For the first time since the late 1930’s, the St. Augustine Port, Waterway, and Beach District, has approved the payment of District funds to dredge our federally-designated channel, according to Port Commissioner Jay Bliss.
“Safety” and a “straight channel” were offered as reason for the dredging.
At today’s meeting, on a 3-1 split vote, with Jerry Dixon absent and Jay Bliss dissenting, commissioners approved spending up to $300,000 from District funds to have the 150 ft. U. S. Army Corps of Engineers dredge “Currituck” return to St. Augustine in late August or November.
“Currituck” will dredge some 35,000 cubic yards of sand — which officials say will straighten the entrance channel. “Neither the City of St. Augustine nor the Florida Inland Navigation District chose to contribute to the funding,” Commissioner Bliss said.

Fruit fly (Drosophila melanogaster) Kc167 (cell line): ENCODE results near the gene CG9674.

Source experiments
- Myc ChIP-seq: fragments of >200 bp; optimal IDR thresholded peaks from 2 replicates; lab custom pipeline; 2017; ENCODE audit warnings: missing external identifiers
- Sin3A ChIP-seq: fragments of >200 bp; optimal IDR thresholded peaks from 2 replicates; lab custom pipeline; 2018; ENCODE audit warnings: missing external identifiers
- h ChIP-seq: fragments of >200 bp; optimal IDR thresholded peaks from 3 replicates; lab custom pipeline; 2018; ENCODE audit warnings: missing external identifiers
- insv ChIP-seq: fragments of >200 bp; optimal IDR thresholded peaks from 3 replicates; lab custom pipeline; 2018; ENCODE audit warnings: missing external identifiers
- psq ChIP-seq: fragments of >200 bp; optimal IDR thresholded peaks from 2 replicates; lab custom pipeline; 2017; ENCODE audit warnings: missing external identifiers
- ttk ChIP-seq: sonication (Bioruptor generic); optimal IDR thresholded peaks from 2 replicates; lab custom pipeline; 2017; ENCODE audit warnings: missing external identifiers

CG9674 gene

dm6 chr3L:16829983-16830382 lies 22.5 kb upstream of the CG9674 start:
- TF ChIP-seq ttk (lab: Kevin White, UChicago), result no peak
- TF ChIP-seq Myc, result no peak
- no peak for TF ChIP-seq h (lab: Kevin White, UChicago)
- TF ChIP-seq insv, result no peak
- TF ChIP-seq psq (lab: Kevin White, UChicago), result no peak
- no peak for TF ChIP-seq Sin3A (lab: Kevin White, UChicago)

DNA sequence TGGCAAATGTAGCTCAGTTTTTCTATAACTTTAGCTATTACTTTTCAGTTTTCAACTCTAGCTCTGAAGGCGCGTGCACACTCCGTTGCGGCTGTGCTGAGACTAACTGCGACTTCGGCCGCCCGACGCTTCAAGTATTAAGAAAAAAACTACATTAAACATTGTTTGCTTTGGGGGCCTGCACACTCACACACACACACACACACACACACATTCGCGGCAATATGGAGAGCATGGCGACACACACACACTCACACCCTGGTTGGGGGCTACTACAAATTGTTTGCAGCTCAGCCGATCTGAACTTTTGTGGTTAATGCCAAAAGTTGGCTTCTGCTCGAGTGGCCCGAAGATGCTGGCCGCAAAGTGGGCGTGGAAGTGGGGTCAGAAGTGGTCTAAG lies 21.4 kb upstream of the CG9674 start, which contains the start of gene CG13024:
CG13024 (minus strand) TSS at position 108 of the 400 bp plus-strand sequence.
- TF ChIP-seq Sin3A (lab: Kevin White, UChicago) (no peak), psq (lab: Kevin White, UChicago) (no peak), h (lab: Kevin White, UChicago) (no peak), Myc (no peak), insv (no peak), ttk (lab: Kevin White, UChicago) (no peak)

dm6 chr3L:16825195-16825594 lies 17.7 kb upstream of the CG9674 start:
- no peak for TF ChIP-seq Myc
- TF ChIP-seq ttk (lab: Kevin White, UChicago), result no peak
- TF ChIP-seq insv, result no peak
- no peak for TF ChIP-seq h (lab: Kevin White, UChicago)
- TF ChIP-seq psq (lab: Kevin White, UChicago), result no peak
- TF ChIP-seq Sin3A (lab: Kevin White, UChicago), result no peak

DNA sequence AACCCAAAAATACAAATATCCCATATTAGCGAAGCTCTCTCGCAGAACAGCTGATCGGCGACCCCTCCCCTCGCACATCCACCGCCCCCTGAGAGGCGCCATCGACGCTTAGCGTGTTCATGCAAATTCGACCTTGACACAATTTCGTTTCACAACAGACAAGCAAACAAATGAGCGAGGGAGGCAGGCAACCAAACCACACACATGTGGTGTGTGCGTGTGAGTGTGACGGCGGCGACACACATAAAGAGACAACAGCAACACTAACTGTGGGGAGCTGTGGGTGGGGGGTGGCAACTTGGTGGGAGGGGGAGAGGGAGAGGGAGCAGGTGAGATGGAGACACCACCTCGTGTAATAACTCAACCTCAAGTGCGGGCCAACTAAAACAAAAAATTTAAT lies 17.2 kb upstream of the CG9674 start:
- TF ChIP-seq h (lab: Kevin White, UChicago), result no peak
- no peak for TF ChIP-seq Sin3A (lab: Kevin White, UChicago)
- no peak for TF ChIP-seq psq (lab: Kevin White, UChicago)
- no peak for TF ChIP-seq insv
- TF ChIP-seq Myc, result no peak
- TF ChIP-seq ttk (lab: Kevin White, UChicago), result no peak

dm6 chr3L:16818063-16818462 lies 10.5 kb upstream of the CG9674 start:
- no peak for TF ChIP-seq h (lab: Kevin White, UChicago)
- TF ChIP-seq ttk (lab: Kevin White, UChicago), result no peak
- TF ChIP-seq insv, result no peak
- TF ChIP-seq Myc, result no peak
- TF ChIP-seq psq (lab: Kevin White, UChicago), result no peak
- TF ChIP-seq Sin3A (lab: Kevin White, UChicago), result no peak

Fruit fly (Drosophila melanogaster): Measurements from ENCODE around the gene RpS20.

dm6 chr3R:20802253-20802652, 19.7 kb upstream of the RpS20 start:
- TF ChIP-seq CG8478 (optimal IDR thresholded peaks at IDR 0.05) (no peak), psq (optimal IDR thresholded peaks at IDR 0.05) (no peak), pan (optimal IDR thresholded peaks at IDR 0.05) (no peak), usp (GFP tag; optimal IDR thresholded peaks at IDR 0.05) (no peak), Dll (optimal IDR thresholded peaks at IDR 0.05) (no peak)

“The Coast Guard will always be there to mark a navigable channel,” Bliss noted. “Our inlet is the only one on the east coast of Florida with a standing comment in the U.S. Coast Guard Notice to Mariners advising that the entrance channel is subject to frequent changes in depth and direction due to dangerous and shifting shoals.”
“Nothing will change that unless and until we spend a few million dollars for a long, off-shore jetty … or two,” Bliss believes. “Meanwhile, we will get to see what Mother Nature does to a straight channel.”
In other work being labeled “emergency “, commissioners approved “Currituck” to complete dredging around buoy #5 — with the U. S. Army Corps of Engineers paying the cost.
When they complete their current project in Ponce Inlet, estimated to take another week, “Currituck” will make a 2 or 3 day stopover in St. Augustine as they make their way north.
Bliss explained to Historic City News that the “emergency” status will allow the beach-quality sands dredged around the buoy to be dropped into the water, off the beach, instead of at their preferred location, on the beach.
The next meeting for the Port District has been set for August 16th.
Photo credits: © 2011 Historic City News contributed photograph by USACE